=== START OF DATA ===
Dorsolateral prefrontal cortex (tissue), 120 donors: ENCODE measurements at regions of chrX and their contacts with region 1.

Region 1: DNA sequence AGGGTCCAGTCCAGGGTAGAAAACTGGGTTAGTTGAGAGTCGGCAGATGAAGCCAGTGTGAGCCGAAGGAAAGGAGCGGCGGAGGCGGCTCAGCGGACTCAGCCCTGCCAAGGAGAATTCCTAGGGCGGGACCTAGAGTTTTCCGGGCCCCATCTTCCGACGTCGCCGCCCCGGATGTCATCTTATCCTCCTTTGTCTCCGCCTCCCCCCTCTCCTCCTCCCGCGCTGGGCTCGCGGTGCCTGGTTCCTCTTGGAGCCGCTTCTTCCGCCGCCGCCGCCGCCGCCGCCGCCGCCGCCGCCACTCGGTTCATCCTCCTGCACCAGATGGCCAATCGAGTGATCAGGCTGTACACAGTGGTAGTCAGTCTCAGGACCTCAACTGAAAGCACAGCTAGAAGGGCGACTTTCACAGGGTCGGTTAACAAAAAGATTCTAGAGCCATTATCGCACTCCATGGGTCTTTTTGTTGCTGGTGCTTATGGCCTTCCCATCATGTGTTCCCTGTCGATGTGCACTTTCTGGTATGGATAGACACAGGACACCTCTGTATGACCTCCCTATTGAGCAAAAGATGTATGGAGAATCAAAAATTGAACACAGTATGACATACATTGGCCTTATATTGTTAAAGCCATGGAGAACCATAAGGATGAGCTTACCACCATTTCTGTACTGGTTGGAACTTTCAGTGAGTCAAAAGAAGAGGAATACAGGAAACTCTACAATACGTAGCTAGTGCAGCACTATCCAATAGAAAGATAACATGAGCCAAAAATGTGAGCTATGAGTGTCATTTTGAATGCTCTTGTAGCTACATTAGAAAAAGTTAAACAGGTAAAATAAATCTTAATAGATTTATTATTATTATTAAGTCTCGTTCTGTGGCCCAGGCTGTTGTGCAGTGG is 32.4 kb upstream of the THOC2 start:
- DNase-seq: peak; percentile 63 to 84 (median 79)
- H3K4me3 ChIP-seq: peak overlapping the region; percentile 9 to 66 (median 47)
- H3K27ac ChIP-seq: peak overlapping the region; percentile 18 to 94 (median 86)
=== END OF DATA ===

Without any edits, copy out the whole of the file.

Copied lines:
Dorsolateral prefrontal cortex (tissue), 120 donors: ENCODE measurements at regions of chrX and their contacts with region 1.

Region 1: DNA sequence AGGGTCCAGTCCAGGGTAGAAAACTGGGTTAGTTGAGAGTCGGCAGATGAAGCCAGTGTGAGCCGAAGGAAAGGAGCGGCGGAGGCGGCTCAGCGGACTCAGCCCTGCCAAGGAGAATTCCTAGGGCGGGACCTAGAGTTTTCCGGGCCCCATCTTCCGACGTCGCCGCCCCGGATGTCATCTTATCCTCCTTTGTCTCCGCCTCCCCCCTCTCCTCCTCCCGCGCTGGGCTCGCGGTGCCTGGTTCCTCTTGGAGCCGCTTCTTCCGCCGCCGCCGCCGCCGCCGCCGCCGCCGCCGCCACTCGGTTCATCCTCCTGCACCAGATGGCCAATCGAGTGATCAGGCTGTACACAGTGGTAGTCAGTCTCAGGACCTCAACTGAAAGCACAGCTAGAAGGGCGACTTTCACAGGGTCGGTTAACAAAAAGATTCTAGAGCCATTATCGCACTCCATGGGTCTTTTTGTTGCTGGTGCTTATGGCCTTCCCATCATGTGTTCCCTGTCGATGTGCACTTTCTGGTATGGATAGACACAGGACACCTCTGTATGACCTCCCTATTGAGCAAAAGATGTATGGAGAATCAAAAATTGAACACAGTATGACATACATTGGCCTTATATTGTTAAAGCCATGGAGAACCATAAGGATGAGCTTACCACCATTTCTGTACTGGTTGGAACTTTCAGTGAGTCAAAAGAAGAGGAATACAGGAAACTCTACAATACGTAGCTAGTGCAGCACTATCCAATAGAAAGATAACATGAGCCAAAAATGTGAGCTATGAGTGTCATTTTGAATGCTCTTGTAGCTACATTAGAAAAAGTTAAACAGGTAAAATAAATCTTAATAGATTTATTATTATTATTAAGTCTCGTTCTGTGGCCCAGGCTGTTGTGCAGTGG is 32.4 kb upstream of the THOC2 start:
- DNase-seq: peak; percentile 63 to 84 (median 79)
- H3K4me3 ChIP-seq: peak overlapping the region; percentile 9 to 66 (median 47)
- H3K27ac ChIP-seq: peak overlapping the region; percentile 18 to 94 (median 86)